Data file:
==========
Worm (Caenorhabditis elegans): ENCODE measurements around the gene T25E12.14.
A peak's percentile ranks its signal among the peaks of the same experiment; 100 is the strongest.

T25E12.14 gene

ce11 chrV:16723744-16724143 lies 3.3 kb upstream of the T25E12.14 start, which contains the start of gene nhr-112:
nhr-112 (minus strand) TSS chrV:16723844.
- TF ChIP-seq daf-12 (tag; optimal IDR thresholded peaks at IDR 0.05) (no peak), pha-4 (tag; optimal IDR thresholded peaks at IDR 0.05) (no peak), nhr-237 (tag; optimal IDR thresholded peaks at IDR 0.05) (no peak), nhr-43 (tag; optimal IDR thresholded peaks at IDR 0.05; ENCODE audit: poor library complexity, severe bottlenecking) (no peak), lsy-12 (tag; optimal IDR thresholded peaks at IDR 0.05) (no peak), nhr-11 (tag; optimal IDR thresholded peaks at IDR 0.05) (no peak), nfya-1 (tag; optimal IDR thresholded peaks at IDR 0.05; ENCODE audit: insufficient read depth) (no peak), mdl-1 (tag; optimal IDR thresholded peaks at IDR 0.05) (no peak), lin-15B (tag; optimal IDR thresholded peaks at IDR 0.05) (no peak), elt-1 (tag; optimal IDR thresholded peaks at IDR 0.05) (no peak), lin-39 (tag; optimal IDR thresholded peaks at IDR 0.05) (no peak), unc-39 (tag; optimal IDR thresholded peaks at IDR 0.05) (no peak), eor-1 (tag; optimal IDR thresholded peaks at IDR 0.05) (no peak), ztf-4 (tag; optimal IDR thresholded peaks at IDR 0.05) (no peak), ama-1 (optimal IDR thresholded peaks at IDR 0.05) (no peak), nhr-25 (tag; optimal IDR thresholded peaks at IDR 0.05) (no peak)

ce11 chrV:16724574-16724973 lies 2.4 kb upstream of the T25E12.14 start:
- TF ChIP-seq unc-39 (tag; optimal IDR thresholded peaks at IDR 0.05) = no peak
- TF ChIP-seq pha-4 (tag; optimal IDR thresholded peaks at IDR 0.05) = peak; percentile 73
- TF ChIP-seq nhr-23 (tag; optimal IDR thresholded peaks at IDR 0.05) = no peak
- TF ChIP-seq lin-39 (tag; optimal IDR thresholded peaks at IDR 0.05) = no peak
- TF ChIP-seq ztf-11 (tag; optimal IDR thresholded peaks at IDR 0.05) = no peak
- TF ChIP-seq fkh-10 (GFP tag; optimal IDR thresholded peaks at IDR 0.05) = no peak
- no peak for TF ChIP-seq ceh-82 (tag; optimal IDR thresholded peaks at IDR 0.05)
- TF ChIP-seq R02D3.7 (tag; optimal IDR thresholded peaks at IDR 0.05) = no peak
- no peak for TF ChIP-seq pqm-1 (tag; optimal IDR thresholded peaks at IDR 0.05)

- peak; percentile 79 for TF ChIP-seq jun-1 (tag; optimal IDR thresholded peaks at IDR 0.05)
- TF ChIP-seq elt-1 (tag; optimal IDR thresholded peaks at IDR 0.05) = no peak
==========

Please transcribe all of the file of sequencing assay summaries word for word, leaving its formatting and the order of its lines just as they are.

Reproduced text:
Worm (Caenorhabditis elegans): ENCODE measurements around the gene T25E12.14.
A peak's percentile ranks its signal among the peaks of the same experiment; 100 is the strongest.

T25E12.14 gene

ce11 chrV:16723744-16724143 lies 3.3 kb upstream of the T25E12.14 start, which contains the start of gene nhr-112:
nhr-112 (minus strand) TSS chrV:16723844.
- TF ChIP-seq daf-12 (tag; optimal IDR thresholded peaks at IDR 0.05) (no peak), pha-4 (tag; optimal IDR thresholded peaks at IDR 0.05) (no peak), nhr-237 (tag; optimal IDR thresholded peaks at IDR 0.05) (no peak), nhr-43 (tag; optimal IDR thresholded peaks at IDR 0.05; ENCODE audit: poor library complexity, severe bottlenecking) (no peak), lsy-12 (tag; optimal IDR thresholded peaks at IDR 0.05) (no peak), nhr-11 (tag; optimal IDR thresholded peaks at IDR 0.05) (no peak), nfya-1 (tag; optimal IDR thresholded peaks at IDR 0.05; ENCODE audit: insufficient read depth) (no peak), mdl-1 (tag; optimal IDR thresholded peaks at IDR 0.05) (no peak), lin-15B (tag; optimal IDR thresholded peaks at IDR 0.05) (no peak), elt-1 (tag; optimal IDR thresholded peaks at IDR 0.05) (no peak), lin-39 (tag; optimal IDR thresholded peaks at IDR 0.05) (no peak), unc-39 (tag; optimal IDR thresholded peaks at IDR 0.05) (no peak), eor-1 (tag; optimal IDR thresholded peaks at IDR 0.05) (no peak), ztf-4 (tag; optimal IDR thresholded peaks at IDR 0.05) (no peak), ama-1 (optimal IDR thresholded peaks at IDR 0.05) (no peak), nhr-25 (tag; optimal IDR thresholded peaks at IDR 0.05) (no peak)

ce11 chrV:16724574-16724973 lies 2.4 kb upstream of the T25E12.14 start:
- TF ChIP-seq unc-39 (tag; optimal IDR thresholded peaks at IDR 0.05) = no peak
- TF ChIP-seq pha-4 (tag; optimal IDR thresholded peaks at IDR 0.05) = peak; percentile 73
- TF ChIP-seq nhr-23 (tag; optimal IDR thresholded peaks at IDR 0.05) = no peak
- TF ChIP-seq lin-39 (tag; optimal IDR thresholded peaks at IDR 0.05) = no peak
- TF ChIP-seq ztf-11 (tag; optimal IDR thresholded peaks at IDR 0.05) = no peak
- TF ChIP-seq fkh-10 (GFP tag; optimal IDR thresholded peaks at IDR 0.05) = no peak
- no peak for TF ChIP-seq ceh-82 (tag; optimal IDR thresholded peaks at IDR 0.05)
- TF ChIP-seq R02D3.7 (tag; optimal IDR thresholded peaks at IDR 0.05) = no peak
- no peak for TF ChIP-seq pqm-1 (tag; optimal IDR thresholded peaks at IDR 0.05)

- peak; percentile 79 for TF ChIP-seq jun-1 (tag; optimal IDR thresholded peaks at IDR 0.05)
- TF ChIP-seq elt-1 (tag; optimal IDR thresholded peaks at IDR 0.05) = no peak